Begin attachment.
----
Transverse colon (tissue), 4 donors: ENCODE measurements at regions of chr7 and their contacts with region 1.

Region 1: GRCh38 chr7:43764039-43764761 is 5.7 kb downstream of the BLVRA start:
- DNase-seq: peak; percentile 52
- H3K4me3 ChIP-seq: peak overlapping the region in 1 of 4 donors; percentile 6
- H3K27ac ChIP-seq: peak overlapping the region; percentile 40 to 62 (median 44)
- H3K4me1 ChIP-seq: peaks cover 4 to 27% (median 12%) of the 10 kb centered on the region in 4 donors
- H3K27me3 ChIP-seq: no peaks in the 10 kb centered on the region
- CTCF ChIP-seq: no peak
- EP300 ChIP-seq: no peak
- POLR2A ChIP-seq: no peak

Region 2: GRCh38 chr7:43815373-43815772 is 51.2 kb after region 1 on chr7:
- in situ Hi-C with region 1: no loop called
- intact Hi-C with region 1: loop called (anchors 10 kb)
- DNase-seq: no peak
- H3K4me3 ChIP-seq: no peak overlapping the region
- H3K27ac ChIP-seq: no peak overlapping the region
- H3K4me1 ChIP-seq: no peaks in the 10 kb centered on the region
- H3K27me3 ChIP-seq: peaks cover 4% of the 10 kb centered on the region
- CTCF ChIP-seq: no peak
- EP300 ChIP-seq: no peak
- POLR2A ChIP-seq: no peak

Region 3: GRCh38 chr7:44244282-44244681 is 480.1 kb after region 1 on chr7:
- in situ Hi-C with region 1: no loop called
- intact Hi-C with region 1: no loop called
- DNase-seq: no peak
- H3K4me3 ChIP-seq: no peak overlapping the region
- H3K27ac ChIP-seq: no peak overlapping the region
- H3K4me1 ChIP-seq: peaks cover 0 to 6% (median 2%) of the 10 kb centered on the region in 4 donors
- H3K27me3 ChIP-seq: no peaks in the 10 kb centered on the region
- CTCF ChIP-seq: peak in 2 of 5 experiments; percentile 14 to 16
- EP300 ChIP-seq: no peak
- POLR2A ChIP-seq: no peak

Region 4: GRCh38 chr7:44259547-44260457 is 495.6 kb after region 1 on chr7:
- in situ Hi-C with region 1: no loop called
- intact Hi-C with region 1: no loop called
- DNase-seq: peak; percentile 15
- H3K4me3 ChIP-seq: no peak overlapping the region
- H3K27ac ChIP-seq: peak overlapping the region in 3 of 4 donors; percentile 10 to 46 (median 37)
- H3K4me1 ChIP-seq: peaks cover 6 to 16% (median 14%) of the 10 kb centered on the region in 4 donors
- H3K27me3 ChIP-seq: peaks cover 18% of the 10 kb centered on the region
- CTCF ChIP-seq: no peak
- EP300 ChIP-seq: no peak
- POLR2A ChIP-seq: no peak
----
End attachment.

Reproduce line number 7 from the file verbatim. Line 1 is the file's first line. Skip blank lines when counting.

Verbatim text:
- H3K27me3 ChIP-seq: no peaks in the 10 kb centered on the region